Chorus will extend its one gigabit (1Gbps) residential and SME business fibre broadband service across its entire Ultra-Fast Broadband (UFB) footprint, effective October 1.
The move follows Chorus leading the introduction of gigabit services to New Zealand after the launch of its gig services in Dunedin in February, 2015.
The telco has long had national gigabit broadband services on its product roadmap and from October will make them available on any UFB connection.
“We are delighted that other fibre providers have joined Chorus in championing gigabit residential and business services,” Chorus CEO, Mark Ratcliffe, said.
“Making New Zealand a true 'Gignation', beyond the 5000-plus connections we have in Dunedin, should see us catapulted up the league tables of broadband speed rankings and reinforce the high quality of the broadband infrastructure we're rolling out.”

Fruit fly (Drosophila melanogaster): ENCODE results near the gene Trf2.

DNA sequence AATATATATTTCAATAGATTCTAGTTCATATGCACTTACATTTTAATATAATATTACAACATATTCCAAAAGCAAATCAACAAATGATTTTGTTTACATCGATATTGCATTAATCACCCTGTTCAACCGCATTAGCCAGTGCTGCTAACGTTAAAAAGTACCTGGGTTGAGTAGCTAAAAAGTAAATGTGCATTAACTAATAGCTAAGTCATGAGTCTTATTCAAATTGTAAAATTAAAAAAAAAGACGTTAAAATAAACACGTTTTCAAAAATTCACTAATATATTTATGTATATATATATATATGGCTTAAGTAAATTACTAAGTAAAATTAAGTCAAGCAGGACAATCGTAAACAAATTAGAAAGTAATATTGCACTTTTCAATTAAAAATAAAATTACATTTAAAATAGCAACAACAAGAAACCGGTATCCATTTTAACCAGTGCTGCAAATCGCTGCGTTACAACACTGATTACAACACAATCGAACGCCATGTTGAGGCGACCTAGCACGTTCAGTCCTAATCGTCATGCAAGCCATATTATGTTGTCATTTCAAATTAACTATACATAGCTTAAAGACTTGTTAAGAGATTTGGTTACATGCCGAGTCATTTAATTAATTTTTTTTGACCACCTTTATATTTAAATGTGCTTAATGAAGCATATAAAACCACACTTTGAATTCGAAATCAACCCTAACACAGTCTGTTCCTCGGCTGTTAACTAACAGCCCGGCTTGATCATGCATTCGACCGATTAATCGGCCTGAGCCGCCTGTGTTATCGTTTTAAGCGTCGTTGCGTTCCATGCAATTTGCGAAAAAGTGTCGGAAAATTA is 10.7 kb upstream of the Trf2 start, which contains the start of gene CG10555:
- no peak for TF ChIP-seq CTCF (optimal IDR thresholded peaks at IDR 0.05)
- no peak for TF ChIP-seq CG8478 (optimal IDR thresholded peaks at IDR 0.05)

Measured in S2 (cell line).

Currently, the average download speed across Chorus' networks is 30.5 megabits per second (Mbps), with the outgoing Ratcliffe saying that gigabit broadband offers “real world download speeds” approaching 1000Mbps and uploads of up to 500Mbps.
As explained by Ratcliffe, this is the equivalent to uploading 25 high resolution images to Facebook in under five seconds; downloading 25 MP3 songs in a second or streaming ultra-HD movies to 40 different devices simultaneously.
Chorus' Gigabit broadband service will run at the maximum speed the network electronics allows today.
In practice, Ratcliffe said this means customers will see download speeds of between 900Mbps and 970Mbps and upload speeds of up to 500Mbps.
Chorus’ residential wholesale gigabit broadband service will be available to broadband retailers at an introductory price of $60 per month until 30 June 2017 after which it increases to $65 per month.
The business service will be priced at $75 per month from launch - existing fibre customers looking to upgrade to a gigabit plan will not require a Chorus technician to visit their home.
“Chorus is working closely with Crown Fibre Holdings for their approval of the gigabit service pricing, however if approval is not obtained by the end of September the services will launch on a trial basis,” Ratcliffe added.